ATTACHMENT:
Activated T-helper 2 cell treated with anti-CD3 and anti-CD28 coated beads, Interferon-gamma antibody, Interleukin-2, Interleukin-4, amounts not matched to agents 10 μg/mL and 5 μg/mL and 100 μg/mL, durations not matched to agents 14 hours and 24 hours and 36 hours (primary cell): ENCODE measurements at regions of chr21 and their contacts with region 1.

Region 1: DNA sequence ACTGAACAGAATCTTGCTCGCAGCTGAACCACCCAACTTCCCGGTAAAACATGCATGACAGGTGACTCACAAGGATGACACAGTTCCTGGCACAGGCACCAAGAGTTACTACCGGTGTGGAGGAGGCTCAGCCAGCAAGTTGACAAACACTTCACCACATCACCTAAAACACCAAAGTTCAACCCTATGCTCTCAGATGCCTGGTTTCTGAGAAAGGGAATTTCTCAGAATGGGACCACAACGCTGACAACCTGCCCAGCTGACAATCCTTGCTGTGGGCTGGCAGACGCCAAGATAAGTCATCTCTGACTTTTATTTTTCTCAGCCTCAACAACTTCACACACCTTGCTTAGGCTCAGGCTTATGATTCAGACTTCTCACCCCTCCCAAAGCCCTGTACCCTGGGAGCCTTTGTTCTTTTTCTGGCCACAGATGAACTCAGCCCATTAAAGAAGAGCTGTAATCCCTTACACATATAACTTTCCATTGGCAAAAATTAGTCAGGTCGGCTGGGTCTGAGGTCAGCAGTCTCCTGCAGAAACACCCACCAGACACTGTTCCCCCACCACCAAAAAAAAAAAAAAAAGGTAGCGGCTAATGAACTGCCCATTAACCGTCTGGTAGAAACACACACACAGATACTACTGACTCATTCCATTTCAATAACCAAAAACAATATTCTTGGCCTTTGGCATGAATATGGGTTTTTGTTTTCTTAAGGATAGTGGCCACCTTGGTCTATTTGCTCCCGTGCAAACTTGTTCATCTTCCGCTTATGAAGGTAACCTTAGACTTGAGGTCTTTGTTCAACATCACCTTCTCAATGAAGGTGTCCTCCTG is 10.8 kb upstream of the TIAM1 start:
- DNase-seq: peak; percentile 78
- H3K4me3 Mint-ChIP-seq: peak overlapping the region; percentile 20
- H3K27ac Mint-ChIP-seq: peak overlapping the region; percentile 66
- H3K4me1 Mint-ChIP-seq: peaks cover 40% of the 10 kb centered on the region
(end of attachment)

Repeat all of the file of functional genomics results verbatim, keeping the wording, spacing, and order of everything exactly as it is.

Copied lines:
Activated T-helper 2 cell treated with anti-CD3 and anti-CD28 coated beads, Interferon-gamma antibody, Interleukin-2, Interleukin-4, amounts not matched to agents 10 μg/mL and 5 μg/mL and 100 μg/mL, durations not matched to agents 14 hours and 24 hours and 36 hours (primary cell): ENCODE measurements at regions of chr21 and their contacts with region 1.

Region 1: DNA sequence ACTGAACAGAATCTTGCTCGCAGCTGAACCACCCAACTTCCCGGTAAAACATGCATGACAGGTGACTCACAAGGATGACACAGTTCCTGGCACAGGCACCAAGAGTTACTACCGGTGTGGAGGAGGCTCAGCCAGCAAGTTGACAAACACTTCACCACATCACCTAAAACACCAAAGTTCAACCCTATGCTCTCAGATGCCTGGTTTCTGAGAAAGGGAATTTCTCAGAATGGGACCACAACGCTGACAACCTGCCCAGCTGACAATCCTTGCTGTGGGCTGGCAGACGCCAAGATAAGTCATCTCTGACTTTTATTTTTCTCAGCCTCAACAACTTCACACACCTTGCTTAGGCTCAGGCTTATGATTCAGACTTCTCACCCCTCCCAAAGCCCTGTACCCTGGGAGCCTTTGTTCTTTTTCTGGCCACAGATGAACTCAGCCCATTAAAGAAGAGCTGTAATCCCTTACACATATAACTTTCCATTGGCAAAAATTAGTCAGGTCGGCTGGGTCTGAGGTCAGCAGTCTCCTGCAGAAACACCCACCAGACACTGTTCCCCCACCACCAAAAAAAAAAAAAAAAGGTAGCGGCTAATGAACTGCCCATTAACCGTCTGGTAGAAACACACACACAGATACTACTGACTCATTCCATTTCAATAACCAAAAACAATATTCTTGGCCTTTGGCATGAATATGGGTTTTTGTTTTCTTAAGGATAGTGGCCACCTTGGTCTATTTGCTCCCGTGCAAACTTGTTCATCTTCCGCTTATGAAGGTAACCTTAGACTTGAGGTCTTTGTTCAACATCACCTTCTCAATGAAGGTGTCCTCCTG is 10.8 kb upstream of the TIAM1 start:
- DNase-seq: peak; percentile 78
- H3K4me3 Mint-ChIP-seq: peak overlapping the region; percentile 20
- H3K27ac Mint-ChIP-seq: peak overlapping the region; percentile 66
- H3K4me1 Mint-ChIP-seq: peaks cover 40% of the 10 kb centered on the region